By Evan D. Burns
After a life consumed in service to Christ, on April 12, 1850, Adoniram Judson entered his heavenly rest. Judson’s eminent biographer, Francis Wayland, comments on the effect of Judson’s heavenly-minded piety on his life and virtue.
In treating of his religious character, it would be an omission not to refer to his habitual heavenly mindedness. In his letters, I know of no topic that is so frequently referred to as the nearness of the heavenly glory. If his loved ones died, his consolation was that they should all so soon meet in paradise. If an untoward event occurred, it was of no great consequence, for soon we should be in heaven, where all such trials would either be forgotten, or where the recollection of them would render our bliss the more intense. Thither his social feelings pointed, and he was ever thinking of the meeting that awaited him with those who with him had fought the good fight, and were now wearing the crown of victory. So habitual were these trains of thought, that a person well acquainted with him remarks, that “meditation on death was his common solace in all the troubles of life.” I do not know that the habitual temper of his mind can in any words be so well expressed as in the following lines, which he wrote in pencil on the inner cover of a book that he was using in the compilation of his dictionary:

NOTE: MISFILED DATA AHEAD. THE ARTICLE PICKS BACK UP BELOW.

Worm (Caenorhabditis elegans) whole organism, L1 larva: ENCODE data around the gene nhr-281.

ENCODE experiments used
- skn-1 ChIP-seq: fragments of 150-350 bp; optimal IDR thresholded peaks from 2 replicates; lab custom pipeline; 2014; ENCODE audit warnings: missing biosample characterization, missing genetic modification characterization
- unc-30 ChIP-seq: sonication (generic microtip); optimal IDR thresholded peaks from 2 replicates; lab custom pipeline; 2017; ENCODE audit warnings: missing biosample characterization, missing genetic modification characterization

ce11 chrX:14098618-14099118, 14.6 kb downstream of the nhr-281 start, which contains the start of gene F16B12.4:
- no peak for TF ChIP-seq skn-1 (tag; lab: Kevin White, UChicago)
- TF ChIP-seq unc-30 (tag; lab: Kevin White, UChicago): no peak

“—In joy or sorrow, health or pain, Our course be onward still; We sow on Burmah’s barren plain, We reap on Zion’s hill.”
Wayland, Memoir, 2:381-382.
Evan D. Burns (Ph.D. Candidate, The Southern Baptist Theological Seminary) is on faculty at Asia Biblical Theological Seminary, and he lives in Southeast Asia with his wife and twin sons. They are missionaries with Training Leaders International.